Matt Hancock blames Covid spread on public as government under pressure for new lockdown


The health secretary has refused to commit to a new national coronavirus lockdown or school closures as he warned it was public’s job to stop the virus.

Speaking on Monday morning as teachers go into revolt over plans to reopen classrooms amid rocketing cases, Matt Hancock said the spread was “down to people’s behaviour” rather than government policy.

All teachers’ unions have now called for a “pause” in the return to schools, which is happening in some areas of England today, while Labour has meanwhile urged the government to impose a national lockdown similar to the one in November.

Asked whether another lockdown was necessary, Mr Hancock told Sky News: “We don’t rule anything out, and we’ve shown repeatedly that we will look at the public health advice and we will take the public health advice in terms of what is needed to control the spread of the disease.

“This new variant is much easier to catch, it is much more transmissible, and we’re now seeing the effect of that in lots of different parts of the country, unfortunately.

“And it means that whereas the old Tier 3 was able to contain the old variant, that is proving increasingly difficult in all parts of the country.”

But asked whether the government’s existing Tier 4 restrictions were working, the health secretary appeared to shift blame onto the public, telling the broadcaster: “It is down to people’s behaviour, frankly. What matters is, yes of course, the rules that we put in place, but it is also about how people act.

“And frankly what I would say is this: it is critical that everybody in the country does all that they can to reduce the spread of the virus.”

Challenged on his remarks, he said that his comments were not “about blame” but rather “how we collectively as a society keep this under control for the next couple of months until the vaccines make us safe”.

Many of England’s primary schools are returning to work this week, including in Tier 4 areas where the spread is the highest.

But secondary schools across the country staying closed until at least 18 January except for vulnerable and key worker children.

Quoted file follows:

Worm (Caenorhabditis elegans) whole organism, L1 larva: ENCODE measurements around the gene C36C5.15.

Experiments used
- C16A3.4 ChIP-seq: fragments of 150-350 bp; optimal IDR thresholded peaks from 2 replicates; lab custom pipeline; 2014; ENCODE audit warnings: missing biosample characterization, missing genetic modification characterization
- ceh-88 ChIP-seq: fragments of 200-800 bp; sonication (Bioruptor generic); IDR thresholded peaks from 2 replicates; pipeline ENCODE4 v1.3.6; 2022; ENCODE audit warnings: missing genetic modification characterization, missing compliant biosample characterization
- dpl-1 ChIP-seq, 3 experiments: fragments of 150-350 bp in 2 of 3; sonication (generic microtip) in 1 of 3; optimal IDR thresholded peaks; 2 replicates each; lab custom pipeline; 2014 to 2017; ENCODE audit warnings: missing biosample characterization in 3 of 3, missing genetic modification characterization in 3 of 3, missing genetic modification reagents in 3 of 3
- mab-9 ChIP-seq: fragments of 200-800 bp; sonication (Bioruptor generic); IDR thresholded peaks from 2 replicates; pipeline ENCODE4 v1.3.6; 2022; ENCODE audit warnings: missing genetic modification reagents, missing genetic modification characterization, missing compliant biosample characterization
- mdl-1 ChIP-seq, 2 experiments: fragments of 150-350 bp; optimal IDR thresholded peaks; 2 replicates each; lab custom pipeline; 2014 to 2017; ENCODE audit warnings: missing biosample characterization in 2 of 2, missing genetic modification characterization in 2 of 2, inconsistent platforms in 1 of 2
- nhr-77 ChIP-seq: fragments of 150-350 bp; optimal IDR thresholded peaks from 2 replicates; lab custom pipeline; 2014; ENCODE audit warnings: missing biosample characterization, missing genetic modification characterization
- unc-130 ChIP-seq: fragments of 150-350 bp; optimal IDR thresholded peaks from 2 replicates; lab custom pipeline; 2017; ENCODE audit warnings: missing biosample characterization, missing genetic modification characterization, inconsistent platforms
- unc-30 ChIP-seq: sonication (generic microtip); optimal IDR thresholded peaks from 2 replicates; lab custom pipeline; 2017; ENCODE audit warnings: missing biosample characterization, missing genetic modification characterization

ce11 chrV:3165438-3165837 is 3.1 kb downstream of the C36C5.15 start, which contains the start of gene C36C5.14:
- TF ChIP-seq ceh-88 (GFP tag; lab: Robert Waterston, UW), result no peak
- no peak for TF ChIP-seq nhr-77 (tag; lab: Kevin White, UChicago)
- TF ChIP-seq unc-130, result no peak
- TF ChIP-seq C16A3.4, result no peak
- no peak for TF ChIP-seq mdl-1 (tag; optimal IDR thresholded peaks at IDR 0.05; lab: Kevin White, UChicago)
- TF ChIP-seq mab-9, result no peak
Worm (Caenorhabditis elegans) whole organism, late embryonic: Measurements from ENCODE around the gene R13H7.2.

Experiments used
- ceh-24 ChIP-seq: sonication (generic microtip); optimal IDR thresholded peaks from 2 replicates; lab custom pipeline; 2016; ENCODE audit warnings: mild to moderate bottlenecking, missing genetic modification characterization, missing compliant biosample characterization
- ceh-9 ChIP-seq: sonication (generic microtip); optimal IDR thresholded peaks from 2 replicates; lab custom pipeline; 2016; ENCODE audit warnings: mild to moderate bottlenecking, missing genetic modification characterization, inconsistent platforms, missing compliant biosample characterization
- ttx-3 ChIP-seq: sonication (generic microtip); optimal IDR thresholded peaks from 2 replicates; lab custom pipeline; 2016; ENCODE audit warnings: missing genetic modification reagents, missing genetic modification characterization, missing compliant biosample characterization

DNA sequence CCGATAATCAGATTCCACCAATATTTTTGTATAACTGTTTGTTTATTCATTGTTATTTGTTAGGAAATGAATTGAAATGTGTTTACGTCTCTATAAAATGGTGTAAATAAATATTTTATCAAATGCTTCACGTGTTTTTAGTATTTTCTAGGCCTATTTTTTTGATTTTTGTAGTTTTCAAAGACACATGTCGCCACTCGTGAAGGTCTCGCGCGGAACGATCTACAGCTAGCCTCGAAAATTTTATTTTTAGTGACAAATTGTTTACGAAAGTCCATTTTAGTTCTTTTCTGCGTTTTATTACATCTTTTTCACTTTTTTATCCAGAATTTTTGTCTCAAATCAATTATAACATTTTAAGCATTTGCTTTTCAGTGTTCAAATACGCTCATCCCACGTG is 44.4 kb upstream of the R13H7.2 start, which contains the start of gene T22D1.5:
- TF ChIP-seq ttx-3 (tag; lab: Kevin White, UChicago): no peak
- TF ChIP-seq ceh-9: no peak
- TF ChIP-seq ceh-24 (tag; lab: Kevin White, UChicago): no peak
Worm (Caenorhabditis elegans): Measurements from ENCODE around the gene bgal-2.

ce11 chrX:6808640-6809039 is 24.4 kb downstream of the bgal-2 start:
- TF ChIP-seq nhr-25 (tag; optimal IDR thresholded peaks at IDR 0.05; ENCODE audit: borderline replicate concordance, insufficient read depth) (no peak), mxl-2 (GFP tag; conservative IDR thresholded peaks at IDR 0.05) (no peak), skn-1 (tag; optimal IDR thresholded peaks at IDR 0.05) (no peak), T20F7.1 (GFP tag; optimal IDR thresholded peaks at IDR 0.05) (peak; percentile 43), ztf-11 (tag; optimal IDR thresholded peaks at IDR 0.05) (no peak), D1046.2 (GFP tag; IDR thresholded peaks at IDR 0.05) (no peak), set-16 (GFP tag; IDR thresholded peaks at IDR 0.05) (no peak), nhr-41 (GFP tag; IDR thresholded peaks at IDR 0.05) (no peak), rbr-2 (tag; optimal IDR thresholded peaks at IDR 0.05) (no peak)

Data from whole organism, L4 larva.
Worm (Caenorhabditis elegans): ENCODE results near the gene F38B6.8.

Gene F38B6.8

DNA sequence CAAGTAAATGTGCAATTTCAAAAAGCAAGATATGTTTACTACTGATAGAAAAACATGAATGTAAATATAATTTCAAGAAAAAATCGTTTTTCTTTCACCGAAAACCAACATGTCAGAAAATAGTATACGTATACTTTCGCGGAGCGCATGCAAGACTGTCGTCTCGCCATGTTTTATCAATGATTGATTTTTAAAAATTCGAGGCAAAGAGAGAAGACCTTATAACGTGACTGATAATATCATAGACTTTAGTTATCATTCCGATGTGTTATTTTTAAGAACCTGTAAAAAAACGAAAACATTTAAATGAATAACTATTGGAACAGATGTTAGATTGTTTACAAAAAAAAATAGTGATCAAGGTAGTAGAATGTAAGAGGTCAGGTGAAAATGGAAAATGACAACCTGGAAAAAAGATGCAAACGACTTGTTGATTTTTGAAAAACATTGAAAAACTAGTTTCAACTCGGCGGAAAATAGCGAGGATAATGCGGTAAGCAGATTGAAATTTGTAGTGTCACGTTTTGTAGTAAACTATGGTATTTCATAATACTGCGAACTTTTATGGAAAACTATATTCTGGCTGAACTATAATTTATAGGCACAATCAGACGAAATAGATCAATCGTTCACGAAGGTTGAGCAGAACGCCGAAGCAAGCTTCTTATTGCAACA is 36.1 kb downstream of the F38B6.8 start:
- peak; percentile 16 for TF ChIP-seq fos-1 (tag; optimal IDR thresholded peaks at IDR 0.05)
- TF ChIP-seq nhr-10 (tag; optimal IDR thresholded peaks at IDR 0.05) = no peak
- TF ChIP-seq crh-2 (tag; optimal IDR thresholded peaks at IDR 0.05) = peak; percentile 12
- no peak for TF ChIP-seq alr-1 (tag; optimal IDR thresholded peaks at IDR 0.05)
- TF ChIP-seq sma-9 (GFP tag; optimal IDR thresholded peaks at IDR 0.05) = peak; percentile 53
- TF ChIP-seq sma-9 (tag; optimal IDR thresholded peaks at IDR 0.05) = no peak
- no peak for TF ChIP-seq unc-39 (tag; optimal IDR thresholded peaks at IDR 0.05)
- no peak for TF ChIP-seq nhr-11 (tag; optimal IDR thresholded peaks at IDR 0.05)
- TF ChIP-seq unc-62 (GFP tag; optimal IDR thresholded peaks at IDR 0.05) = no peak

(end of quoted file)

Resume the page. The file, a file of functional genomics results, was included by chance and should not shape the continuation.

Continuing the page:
It is down to people’s behaviour, frankly. What matters is, yes of course, the rules that we put in place, but it is also about how people act.

Matt Hancock, health secretary

In a joint statement, all unions that represent staff at schools – the GMB, NAHT, NASUWT, NEU, UNISON and Unite – this morning signed a statement branding the government’s handling “chaotic”.

“Bringing all pupils back into classrooms while the rate of infection is so high is exposing education sector workers to serious risk of ill-health and could fuel the pandemic,” they said.

Unions called for reopening to be paused for all but vulnerable children and those of key workers, and for a remove to remote learning and vaccinating school staff.

Turning to Boris Johnson’s claims about school safety, they added: “Instead of casually asserting that schools are safe, the Prime Minister should sit down with unions to discuss a joint approach to ensuring safe working arrangements in all schools and prioritising enabling all pupils have the equipment and access they need to receive a high standard of remote learning until the safety of them and the staff in their school can be guaranteed.”

But asked about the concerns Mr Hancock appeared to dismiss teachers’ health and safety worries, stating: “It is also clear that the proportion of teachers who catch coronavirus is no higher than the rest of the population.

“So there is clear public health advice behind the position that we have taken and that is what people should follow because, of course, education is very important as well, especially for people’s long-term health.”

Labour has shied away from backing teachers over school closures. Education secretary Kate Green told the BBC on Monday morning that there needed to be a “clear understanding” among the public to “stay at home”.

She called for a “stronger set” of coronavirus restrictions, adding: “It is very clear that the Government has lost control of the virus, we’re seeing a really alarming rise in cases and in the spread of the infection.

“And I do think that we will need a stronger set of measures… but also a very clear understanding among the whole of the public everywhere that staying at home, not going out except when it is essential, not mixing socially or unnecessarily is key to getting this virus under control.”

Opposition leader Keir Starmer on Sunday night called for a new national lockdown to be imposed within 24 hours similar to the one imposed in November. The party indicated that this approach would not see schools closed.



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